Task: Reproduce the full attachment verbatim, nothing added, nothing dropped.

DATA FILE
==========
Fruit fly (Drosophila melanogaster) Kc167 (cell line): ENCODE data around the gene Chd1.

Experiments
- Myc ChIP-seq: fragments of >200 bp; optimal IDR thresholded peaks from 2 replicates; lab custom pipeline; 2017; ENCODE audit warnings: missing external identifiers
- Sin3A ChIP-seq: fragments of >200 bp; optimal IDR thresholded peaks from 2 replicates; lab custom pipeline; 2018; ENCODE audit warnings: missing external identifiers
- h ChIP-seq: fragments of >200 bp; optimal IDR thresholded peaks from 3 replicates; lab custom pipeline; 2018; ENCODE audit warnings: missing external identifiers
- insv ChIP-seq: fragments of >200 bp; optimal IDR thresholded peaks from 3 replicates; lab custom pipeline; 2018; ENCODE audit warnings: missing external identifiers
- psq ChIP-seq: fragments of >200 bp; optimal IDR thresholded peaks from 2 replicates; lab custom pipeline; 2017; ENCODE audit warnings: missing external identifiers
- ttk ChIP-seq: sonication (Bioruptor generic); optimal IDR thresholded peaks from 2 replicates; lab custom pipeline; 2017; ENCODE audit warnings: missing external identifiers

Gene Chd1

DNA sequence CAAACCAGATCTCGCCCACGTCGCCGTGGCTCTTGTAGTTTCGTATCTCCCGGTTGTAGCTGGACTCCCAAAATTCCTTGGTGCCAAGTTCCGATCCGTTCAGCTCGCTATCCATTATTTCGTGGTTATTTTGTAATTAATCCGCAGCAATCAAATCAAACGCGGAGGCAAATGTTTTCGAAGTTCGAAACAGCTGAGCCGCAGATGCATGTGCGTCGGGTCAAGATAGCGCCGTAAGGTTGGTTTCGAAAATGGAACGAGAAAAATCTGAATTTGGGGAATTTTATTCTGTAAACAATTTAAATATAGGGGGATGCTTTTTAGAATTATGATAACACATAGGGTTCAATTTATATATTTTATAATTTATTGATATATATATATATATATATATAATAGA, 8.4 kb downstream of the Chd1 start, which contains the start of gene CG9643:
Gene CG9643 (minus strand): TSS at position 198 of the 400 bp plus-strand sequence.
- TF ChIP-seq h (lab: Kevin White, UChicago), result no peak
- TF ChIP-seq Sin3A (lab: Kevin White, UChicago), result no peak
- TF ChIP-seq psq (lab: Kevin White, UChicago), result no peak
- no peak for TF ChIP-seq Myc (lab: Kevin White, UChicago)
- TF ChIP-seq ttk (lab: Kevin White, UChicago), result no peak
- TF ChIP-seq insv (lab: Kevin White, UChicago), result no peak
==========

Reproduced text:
Fruit fly (Drosophila melanogaster) Kc167 (cell line): ENCODE data around the gene Chd1.

Experiments
- Myc ChIP-seq: fragments of >200 bp; optimal IDR thresholded peaks from 2 replicates; lab custom pipeline; 2017; ENCODE audit warnings: missing external identifiers
- Sin3A ChIP-seq: fragments of >200 bp; optimal IDR thresholded peaks from 2 replicates; lab custom pipeline; 2018; ENCODE audit warnings: missing external identifiers
- h ChIP-seq: fragments of >200 bp; optimal IDR thresholded peaks from 3 replicates; lab custom pipeline; 2018; ENCODE audit warnings: missing external identifiers
- insv ChIP-seq: fragments of >200 bp; optimal IDR thresholded peaks from 3 replicates; lab custom pipeline; 2018; ENCODE audit warnings: missing external identifiers
- psq ChIP-seq: fragments of >200 bp; optimal IDR thresholded peaks from 2 replicates; lab custom pipeline; 2017; ENCODE audit warnings: missing external identifiers
- ttk ChIP-seq: sonication (Bioruptor generic); optimal IDR thresholded peaks from 2 replicates; lab custom pipeline; 2017; ENCODE audit warnings: missing external identifiers

Gene Chd1

DNA sequence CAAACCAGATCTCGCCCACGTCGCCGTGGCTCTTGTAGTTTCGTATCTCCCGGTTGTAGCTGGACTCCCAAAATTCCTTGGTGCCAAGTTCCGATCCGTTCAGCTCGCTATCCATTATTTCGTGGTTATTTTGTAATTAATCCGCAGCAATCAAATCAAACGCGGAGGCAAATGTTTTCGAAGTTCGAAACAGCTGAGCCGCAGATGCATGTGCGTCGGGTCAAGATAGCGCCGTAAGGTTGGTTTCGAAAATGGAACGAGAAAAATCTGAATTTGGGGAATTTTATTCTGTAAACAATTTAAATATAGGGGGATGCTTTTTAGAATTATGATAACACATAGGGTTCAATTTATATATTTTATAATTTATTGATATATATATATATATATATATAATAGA, 8.4 kb downstream of the Chd1 start, which contains the start of gene CG9643:
Gene CG9643 (minus strand): TSS at position 198 of the 400 bp plus-strand sequence.
- TF ChIP-seq h (lab: Kevin White, UChicago), result no peak
- TF ChIP-seq Sin3A (lab: Kevin White, UChicago), result no peak
- TF ChIP-seq psq (lab: Kevin White, UChicago), result no peak
- no peak for TF ChIP-seq Myc (lab: Kevin White, UChicago)
- TF ChIP-seq ttk (lab: Kevin White, UChicago), result no peak
- TF ChIP-seq insv (lab: Kevin White, UChicago), result no peak